Third Grade curriculum is focused on Wetlands. It includes themes of organism diversity, habitat edges, and animal adaptations.
Coastal wetlands—bays, estuaries, salt marshes, and lagoons—are special places where freshwater meets the salty ocean. There are many different ways to think of wetlands, as ocean nurseries, storm sponges, water filters, and rest stops for birds, but it’s also true that wetlands are sensitive and rapidly vanishing coastal ecosystems.
The brief descriptions below will provide a sense of the Wetlands activities.
Activity 1: Build a Wetland Estuary (3 Sessions)
Students take field notes during a virtual field trip and then transform the classroom into a wetland estuary as pairs of students make 3-dimensional organisms based on a Wetland Information Card they are assigned.
Activity 2: Estuary Life (3 Sessions)
Students learn about wetlands and estuaries as they listen and delve into the lyrics of the song “Estuary Life” by the Banana Slug String Band. They participate in a jigsaw activity using Estuary Life Content Cards containing additional information about the lyrics, relating especially to new vocabulary or content. Students then participate as contestants in a Game Show to check for understanding.
Activity 3: Oyster Beds (3 Sessions)
This activity uses a content rich approach to increasing literacy skills. Students in small groups make observations about oyster shells and communicate their observations to other students with words or drawings. The activity concludes with students writing collaborative and individual poetry using the word walls filled with new and descriptive vocabulary gleaned throughout the entire activity.
Activity 4: Clams Inside and Out (4 Sessions)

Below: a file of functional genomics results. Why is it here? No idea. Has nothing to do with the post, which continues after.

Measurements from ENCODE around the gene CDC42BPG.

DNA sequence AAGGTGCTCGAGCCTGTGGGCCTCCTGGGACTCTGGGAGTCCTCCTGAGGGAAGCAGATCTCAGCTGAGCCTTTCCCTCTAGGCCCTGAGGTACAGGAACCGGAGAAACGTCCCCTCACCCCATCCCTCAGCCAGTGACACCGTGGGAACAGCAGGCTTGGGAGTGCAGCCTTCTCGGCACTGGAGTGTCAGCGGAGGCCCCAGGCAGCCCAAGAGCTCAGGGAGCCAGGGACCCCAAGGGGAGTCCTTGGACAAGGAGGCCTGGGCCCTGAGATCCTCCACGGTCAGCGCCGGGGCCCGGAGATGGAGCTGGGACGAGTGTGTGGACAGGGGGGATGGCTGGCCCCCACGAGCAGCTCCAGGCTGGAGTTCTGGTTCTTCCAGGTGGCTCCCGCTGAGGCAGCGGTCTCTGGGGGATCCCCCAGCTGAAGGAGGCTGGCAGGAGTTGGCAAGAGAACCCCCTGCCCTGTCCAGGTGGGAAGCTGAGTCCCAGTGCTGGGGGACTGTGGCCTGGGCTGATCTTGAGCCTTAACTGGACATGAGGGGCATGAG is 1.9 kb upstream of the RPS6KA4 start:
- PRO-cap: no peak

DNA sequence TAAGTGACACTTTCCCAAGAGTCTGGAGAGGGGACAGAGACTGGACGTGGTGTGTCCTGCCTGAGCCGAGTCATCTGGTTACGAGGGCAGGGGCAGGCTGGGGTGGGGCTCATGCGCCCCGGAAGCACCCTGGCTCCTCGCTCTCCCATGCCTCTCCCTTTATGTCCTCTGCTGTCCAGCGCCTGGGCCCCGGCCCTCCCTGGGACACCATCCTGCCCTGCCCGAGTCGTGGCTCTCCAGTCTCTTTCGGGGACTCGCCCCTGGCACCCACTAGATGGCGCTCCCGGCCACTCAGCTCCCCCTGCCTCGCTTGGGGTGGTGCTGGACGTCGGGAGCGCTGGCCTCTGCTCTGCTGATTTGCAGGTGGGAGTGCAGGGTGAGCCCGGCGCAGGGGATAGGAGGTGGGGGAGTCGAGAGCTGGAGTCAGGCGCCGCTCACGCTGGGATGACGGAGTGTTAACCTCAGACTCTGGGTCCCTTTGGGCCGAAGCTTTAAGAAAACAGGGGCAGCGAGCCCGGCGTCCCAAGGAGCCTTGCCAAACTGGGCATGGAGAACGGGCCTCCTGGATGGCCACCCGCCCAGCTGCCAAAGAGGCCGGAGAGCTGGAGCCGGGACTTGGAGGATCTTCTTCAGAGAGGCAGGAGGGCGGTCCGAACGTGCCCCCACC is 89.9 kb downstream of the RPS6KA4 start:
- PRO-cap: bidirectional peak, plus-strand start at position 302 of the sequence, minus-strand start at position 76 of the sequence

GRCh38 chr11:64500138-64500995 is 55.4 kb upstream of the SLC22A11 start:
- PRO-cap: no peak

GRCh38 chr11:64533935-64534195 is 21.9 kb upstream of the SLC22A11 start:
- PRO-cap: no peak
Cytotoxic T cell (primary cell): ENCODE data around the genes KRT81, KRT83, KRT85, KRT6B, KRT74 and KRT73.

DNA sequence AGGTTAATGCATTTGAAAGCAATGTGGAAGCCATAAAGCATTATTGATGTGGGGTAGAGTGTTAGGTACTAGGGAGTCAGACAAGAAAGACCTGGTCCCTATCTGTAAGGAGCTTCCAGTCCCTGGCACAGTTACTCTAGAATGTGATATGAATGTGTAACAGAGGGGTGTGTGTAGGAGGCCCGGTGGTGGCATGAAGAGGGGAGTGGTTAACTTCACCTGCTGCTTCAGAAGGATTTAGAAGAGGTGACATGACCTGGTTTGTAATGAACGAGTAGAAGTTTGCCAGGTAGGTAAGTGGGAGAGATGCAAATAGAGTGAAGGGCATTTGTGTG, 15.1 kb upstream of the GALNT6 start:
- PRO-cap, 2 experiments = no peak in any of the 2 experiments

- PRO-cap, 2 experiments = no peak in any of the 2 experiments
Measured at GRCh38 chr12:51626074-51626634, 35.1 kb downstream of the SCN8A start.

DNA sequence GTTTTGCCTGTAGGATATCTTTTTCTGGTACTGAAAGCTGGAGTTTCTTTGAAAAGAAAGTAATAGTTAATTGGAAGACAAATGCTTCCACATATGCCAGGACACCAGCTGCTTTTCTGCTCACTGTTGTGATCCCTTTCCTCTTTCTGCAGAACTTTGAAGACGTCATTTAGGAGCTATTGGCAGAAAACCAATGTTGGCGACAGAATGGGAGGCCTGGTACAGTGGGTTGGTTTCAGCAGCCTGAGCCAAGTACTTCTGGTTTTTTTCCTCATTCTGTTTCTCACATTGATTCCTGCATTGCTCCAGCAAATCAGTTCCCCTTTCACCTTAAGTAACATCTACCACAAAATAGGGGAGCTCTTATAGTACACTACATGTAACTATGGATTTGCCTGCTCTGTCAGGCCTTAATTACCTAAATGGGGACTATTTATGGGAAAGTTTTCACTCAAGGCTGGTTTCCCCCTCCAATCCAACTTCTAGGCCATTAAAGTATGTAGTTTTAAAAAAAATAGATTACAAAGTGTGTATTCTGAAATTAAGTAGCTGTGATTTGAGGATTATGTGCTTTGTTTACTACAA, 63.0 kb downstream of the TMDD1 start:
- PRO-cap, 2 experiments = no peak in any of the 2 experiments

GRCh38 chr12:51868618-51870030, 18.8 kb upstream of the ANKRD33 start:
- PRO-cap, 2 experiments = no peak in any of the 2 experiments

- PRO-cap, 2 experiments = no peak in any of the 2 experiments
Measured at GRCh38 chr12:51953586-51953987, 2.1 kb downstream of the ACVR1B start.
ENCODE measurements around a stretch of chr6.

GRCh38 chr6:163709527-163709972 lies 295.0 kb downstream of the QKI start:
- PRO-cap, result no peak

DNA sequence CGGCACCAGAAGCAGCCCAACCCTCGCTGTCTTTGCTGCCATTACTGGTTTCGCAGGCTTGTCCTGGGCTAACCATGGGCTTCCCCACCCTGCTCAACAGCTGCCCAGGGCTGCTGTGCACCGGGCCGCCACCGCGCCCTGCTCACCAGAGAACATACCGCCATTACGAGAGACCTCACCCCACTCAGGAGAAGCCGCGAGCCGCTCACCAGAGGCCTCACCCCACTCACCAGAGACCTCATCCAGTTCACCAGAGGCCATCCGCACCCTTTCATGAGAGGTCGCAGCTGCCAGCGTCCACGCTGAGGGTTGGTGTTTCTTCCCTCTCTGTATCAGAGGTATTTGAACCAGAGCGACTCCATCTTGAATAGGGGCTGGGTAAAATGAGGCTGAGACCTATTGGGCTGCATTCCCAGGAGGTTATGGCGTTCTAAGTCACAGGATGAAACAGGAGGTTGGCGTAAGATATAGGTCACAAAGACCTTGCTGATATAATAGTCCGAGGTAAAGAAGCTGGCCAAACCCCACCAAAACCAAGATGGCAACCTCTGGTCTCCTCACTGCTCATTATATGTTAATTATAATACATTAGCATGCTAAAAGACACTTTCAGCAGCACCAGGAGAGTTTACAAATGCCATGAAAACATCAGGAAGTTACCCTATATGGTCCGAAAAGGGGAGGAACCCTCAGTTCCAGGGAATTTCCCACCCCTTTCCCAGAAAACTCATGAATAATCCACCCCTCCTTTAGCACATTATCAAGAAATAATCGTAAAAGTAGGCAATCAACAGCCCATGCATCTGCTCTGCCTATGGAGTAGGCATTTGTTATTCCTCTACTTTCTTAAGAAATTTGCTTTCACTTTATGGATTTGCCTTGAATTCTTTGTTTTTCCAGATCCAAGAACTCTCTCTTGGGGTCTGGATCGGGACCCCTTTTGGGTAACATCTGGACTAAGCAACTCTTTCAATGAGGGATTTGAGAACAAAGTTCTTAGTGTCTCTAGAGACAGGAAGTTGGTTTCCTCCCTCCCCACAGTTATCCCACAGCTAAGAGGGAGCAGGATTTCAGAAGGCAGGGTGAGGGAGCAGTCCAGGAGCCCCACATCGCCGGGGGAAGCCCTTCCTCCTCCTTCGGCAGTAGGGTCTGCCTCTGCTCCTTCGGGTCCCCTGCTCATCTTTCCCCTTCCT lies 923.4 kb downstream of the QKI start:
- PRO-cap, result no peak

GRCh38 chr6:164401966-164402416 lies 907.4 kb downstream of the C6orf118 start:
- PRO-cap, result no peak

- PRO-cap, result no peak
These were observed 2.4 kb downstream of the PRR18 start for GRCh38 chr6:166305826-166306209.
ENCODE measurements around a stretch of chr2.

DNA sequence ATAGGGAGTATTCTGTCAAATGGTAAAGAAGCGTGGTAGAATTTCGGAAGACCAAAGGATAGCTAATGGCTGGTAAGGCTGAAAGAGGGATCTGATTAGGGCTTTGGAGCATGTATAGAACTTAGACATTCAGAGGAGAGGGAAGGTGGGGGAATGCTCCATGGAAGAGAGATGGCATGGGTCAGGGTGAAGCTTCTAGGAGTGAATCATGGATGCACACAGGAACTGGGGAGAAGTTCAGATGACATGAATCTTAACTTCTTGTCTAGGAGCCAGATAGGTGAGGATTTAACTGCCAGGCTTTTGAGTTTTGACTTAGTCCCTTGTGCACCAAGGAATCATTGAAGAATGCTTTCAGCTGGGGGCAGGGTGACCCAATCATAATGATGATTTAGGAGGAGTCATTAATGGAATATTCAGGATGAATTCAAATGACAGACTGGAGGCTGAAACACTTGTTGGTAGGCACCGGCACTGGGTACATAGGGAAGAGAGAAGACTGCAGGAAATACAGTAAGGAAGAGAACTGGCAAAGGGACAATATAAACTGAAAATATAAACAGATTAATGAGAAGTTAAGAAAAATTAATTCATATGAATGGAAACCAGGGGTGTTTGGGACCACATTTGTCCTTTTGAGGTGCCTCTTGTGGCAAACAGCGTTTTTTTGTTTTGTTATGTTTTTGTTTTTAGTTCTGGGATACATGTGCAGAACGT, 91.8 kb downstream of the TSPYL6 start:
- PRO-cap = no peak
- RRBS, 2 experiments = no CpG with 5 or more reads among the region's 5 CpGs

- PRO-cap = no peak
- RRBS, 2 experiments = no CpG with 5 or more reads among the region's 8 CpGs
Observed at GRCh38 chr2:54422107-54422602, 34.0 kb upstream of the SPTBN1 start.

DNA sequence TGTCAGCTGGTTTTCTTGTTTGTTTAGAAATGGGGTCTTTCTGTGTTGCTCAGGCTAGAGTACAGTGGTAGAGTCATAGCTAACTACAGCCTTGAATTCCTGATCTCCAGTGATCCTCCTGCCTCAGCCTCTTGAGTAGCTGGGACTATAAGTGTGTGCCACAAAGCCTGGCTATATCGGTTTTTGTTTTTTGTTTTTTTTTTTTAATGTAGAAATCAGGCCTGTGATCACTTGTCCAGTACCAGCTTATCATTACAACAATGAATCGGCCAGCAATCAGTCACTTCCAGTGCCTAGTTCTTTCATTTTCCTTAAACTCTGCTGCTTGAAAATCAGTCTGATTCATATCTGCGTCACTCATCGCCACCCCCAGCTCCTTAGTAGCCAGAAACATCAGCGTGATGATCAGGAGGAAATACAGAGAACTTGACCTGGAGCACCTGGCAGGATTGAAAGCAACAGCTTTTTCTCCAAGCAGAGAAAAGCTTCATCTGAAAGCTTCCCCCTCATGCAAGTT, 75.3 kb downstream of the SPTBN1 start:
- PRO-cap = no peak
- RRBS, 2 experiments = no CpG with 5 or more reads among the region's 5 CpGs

Students learn about the structure, biology, and natural history of clams by coloring, cutting out, and constructing a 6-page clam “Bivalve Booklet.” Students then dissect a real clam to find the parts they learned about with their Bivalve Booklet.
Activity 5: Crayfish Investigations (3–5 Sessions)
Students are guided through planning and carrying out an investigation to answer their own questions, in five sessions. Students are first introduced to an Inquiry Journal and focus on making observations, sketching and asking questions about crayfish, and categorizing them as investigable or not. Small groups of students choose their question and plan their investigation.
Activity 6: Salinity Currents (3 Sessions)
Students in small cooperative groups make observations and participate in discussions about two bottles of water—one salty and one fresh. Students then design and carry out an investigation to determine which is which, using only the limited materials given to them on a tray.
Activity 7: Bird Beak Buffet (3 Sessions)
Students role play species of birds with beaks of different shapes and sizes. They gather different food items with their beaks, graph the results and compare their feeding success.